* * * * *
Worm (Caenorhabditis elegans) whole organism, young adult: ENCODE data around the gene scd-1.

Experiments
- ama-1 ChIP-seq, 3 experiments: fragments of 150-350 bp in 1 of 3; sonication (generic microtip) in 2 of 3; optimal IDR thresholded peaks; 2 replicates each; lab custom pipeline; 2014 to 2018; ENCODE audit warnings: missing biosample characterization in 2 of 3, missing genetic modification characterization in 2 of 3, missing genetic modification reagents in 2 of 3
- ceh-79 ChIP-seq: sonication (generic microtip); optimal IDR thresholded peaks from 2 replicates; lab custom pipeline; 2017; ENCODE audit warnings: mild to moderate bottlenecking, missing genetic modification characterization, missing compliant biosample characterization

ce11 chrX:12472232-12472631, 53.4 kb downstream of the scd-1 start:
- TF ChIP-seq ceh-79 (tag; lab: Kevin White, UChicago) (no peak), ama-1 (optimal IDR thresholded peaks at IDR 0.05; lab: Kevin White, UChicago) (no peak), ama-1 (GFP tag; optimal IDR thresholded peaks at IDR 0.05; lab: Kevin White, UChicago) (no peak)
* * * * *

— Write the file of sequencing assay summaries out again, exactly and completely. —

Worm (Caenorhabditis elegans) whole organism, young adult: ENCODE data around the gene scd-1.

Experiments
- ama-1 ChIP-seq, 3 experiments: fragments of 150-350 bp in 1 of 3; sonication (generic microtip) in 2 of 3; optimal IDR thresholded peaks; 2 replicates each; lab custom pipeline; 2014 to 2018; ENCODE audit warnings: missing biosample characterization in 2 of 3, missing genetic modification characterization in 2 of 3, missing genetic modification reagents in 2 of 3
- ceh-79 ChIP-seq: sonication (generic microtip); optimal IDR thresholded peaks from 2 replicates; lab custom pipeline; 2017; ENCODE audit warnings: mild to moderate bottlenecking, missing genetic modification characterization, missing compliant biosample characterization

ce11 chrX:12472232-12472631, 53.4 kb downstream of the scd-1 start:
- TF ChIP-seq ceh-79 (tag; lab: Kevin White, UChicago) (no peak), ama-1 (optimal IDR thresholded peaks at IDR 0.05; lab: Kevin White, UChicago) (no peak), ama-1 (GFP tag; optimal IDR thresholded peaks at IDR 0.05; lab: Kevin White, UChicago) (no peak)